Pennsylvania is the only state that commits its lottery’s revenue to create services that aid its elderly, but Gov. Tom Corbett’s administration is now looking to privatize Pennsylvania’s lottery system.
In the state lottery’s previous fiscal year, Pennsylvania made $3.5 billion in sales and roughly $1.1 billion of those funds were used to support programs for the one million elderly Pennsylvanians.
Bill Strayer, the State Waiver’s service coordinator for Centre County’s Office of Aging, said the Pennsylvania lottery provides funding for the Pharmaceutical Assistance Contract for the Elderly — Pennsylvania’s prescription assistance organization for the elderly — and the Home Delivered Meals program for Centre County. He said the Home Delivered Meals program delivers hot and cold meals to the elderly throughout the week and checks on their general well being.
Christina Reese, the press secretary for Pennsylvania’s Department of Aging, wrote in an email that in Pennsylvania, there are nearly 2.7 million individuals ages 60 and older living in the commonwealth. By 2030, it is estimated that 3.6 million Pennsylvanians will be 60 and older, she wrote.
Despite the ever-growing population, Elizabeth Brassell, Pennsylvania’s Department of Revenue spokesperson, said no immediate plans to change the lottery’s ticket price point would occur. Ideally, privatizing the lottery should grow sales and profit for convenience stores statewide, she said.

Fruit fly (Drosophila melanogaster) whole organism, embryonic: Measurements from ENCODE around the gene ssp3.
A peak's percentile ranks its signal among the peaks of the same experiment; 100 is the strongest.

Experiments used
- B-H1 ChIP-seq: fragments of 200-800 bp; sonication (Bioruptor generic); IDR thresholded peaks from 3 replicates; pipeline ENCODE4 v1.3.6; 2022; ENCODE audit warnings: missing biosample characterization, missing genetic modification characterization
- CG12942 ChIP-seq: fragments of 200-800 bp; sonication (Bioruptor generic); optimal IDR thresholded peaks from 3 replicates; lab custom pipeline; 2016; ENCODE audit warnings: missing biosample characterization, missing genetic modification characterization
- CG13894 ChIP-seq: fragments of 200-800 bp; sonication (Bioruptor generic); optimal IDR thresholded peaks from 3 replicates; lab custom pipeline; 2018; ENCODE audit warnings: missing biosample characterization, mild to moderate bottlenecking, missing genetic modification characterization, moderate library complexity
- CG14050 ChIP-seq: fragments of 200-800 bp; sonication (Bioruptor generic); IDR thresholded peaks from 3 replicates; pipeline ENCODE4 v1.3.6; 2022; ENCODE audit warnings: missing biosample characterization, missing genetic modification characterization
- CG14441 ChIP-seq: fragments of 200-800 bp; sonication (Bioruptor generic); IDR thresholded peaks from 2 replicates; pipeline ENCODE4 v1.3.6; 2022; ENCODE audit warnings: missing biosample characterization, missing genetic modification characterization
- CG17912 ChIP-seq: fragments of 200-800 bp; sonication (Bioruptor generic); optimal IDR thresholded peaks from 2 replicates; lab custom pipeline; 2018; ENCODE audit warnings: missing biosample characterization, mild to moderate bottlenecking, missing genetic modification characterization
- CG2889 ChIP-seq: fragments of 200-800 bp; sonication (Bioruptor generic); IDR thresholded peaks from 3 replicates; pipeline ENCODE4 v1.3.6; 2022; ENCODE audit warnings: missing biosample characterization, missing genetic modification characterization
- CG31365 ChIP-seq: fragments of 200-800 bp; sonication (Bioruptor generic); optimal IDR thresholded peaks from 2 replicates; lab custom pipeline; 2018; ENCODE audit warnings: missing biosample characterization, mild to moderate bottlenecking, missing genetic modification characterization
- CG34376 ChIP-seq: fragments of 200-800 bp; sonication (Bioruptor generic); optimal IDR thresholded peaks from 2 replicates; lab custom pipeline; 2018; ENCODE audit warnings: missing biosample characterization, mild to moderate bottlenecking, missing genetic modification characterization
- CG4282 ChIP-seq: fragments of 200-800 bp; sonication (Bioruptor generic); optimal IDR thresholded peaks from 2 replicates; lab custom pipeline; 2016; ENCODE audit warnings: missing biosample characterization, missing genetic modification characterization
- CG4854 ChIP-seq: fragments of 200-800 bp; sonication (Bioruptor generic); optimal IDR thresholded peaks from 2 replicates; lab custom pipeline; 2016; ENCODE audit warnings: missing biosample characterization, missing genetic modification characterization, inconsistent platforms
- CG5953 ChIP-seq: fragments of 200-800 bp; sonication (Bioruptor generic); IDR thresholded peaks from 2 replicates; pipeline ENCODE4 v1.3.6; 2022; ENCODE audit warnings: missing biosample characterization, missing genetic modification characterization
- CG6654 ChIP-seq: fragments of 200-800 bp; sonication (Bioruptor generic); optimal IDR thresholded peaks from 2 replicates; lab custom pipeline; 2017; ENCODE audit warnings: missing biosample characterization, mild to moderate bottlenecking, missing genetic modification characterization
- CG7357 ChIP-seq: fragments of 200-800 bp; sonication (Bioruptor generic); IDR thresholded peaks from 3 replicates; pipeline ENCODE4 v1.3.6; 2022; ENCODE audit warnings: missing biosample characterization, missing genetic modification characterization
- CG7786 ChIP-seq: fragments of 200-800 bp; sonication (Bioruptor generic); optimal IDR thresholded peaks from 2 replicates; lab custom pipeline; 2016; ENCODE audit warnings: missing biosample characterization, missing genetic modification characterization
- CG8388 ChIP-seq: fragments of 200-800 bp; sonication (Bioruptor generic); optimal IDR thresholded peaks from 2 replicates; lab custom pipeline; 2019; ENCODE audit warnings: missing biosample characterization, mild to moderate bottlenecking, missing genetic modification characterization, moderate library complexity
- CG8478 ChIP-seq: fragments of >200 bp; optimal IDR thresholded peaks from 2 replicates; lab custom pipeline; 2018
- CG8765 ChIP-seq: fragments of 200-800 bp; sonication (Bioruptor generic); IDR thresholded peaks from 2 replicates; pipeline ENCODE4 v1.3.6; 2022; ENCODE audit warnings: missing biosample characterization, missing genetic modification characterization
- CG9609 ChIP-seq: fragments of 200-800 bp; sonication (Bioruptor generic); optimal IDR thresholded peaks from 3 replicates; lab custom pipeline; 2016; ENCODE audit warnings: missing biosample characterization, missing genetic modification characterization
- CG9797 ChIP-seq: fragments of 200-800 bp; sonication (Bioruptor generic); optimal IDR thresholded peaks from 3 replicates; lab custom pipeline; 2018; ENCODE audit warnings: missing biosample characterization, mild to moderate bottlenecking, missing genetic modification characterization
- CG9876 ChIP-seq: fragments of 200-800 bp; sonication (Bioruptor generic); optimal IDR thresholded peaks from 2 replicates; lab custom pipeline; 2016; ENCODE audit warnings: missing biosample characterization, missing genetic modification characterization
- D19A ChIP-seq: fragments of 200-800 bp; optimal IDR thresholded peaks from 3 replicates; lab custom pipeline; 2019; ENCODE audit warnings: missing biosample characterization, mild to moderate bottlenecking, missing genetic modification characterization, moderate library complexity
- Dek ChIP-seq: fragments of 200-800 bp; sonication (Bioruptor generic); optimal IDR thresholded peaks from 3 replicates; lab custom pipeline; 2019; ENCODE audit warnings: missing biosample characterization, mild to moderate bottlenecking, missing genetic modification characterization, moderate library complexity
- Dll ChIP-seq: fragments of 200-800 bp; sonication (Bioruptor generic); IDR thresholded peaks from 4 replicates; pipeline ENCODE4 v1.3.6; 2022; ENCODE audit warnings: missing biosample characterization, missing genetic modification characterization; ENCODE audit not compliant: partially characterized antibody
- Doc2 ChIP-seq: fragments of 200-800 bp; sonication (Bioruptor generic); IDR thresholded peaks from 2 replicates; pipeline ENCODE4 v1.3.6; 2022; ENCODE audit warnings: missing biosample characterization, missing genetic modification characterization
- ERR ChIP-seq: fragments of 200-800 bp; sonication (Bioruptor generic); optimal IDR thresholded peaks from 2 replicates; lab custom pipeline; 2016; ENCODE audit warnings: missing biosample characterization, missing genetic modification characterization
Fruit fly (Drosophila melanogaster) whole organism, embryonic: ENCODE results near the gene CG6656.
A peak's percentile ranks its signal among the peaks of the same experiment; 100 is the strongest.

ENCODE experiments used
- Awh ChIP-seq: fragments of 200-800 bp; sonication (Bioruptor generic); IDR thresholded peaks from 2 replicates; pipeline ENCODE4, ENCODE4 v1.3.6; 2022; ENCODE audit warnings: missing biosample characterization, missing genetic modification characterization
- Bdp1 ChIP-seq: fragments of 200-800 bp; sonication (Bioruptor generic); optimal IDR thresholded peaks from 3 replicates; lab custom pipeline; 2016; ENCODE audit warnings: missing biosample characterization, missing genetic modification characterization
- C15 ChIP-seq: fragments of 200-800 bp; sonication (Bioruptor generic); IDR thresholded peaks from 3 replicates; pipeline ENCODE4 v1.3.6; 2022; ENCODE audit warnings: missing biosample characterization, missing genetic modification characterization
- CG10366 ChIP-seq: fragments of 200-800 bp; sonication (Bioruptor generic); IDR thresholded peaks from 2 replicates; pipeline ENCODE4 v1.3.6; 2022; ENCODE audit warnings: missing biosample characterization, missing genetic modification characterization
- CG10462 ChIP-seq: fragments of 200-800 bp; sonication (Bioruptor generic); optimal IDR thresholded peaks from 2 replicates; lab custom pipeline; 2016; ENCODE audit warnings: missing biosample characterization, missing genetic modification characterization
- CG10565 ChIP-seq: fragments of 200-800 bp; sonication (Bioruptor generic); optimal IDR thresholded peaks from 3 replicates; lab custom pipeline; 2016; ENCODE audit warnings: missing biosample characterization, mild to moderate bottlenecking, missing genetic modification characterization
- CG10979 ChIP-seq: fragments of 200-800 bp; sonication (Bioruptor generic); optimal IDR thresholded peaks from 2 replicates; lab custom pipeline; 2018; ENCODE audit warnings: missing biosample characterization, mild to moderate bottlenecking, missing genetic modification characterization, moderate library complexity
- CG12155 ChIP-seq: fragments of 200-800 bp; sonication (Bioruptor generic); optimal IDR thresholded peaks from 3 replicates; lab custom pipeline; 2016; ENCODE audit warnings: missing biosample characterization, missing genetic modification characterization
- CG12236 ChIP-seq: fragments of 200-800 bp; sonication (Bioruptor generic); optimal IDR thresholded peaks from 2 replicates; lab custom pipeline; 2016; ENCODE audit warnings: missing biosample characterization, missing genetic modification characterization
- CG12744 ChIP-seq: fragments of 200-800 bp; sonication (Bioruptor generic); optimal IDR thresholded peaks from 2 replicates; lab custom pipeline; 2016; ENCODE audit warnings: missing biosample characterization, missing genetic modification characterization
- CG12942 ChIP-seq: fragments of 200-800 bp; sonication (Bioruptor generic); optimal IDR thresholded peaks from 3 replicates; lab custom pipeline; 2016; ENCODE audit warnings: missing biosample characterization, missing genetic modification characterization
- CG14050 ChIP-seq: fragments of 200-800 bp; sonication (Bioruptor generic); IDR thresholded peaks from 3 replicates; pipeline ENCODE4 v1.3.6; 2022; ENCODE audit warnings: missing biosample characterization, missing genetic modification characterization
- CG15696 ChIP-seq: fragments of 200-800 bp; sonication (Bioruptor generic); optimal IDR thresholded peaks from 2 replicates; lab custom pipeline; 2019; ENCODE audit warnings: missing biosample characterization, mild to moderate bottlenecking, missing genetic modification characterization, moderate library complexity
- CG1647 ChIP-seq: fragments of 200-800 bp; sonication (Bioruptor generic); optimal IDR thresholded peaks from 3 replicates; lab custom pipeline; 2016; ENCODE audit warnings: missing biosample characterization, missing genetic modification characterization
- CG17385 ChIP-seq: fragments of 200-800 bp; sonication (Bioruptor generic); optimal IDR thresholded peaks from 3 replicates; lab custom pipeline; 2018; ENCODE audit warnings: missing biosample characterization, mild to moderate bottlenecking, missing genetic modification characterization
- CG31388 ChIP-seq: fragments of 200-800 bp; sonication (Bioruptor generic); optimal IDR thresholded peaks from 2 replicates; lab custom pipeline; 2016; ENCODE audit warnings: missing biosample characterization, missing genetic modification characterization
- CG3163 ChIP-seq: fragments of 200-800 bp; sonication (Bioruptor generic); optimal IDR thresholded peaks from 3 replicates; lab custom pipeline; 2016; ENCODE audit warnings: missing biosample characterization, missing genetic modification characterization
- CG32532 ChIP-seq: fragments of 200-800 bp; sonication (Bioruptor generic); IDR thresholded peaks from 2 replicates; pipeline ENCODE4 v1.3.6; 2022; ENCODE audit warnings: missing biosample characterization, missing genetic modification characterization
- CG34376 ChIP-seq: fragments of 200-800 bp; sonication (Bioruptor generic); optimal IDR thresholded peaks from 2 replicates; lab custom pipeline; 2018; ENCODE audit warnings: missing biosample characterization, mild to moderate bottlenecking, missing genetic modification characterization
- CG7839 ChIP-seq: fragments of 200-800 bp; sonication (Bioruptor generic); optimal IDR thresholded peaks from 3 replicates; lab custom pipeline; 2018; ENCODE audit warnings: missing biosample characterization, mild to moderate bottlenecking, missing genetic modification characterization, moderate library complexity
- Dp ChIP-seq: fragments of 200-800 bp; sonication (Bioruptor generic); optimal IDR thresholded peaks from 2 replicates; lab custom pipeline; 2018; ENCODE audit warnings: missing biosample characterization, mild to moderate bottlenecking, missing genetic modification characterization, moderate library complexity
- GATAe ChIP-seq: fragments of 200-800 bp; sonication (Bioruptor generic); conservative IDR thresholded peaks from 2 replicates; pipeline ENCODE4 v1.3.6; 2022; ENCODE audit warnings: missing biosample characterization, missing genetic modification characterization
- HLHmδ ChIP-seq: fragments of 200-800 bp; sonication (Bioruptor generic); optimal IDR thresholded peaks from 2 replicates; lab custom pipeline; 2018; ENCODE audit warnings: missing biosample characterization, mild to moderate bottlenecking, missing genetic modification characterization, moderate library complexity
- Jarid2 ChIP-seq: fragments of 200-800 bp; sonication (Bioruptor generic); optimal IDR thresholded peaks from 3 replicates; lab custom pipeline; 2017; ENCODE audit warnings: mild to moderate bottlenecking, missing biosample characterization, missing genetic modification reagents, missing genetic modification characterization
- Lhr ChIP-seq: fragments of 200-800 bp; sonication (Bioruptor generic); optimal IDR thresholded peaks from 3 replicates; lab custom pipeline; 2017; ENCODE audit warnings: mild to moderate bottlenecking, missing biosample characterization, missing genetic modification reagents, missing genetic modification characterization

“The administration’s exploring [privatizing] because the population of older Pennsylvanians is growing dramatically, and lottery revenues have to grow to meet the increased need that it will put on the lottery fund,” Brassell said.
Bill Goffe, a Penn State economics professor, said most economists would agree that privatizing “generally helps firms provide better services and stay in business.”
Goffe said he personally doesn’t play the lottery but knows some people do “simply for the thrill of it.”
Barbara Thomas (sophomore-psychology) said though her grandparents aren’t in nursing homes, lottery funds may help those who are.
“If privatizing the lottery helps to increase funds for the elderly, then it would be a good thing,” she said.
Josh Wirtz , an assistant manager for McLanahan's Downtown Market , said though his store sells lottery tickets, he isn’t very knowledgeable of Pennsylvania’s proposition.
“I think privatizing the lottery is an absolutely good idea if it’s going to help small businesses,” he said.
By Dec. 31, the state government must make an official decision whether to incorporate this privatization or not.
Corbett has been communicating with Camelot Global Services, a private company that organizes the United Kingdom’s lottery, to do the deal.
Camelot has said it promises to bring in more than $34 billion in profits over the next 20 years if the contract between Pennsylvania and the UK-based company is accepted by the governor, helping to grow the lottery by 3 to 4 percent per year.
Pennsylvania wouldn’t be the first state to privatize the lottery. The first state to privatize its lottery system was Illinois. Indiana will have a private company take charge of its lottery in February 2013, while New Jersey remains in the consideration process.
The Associated Press contributed to this story.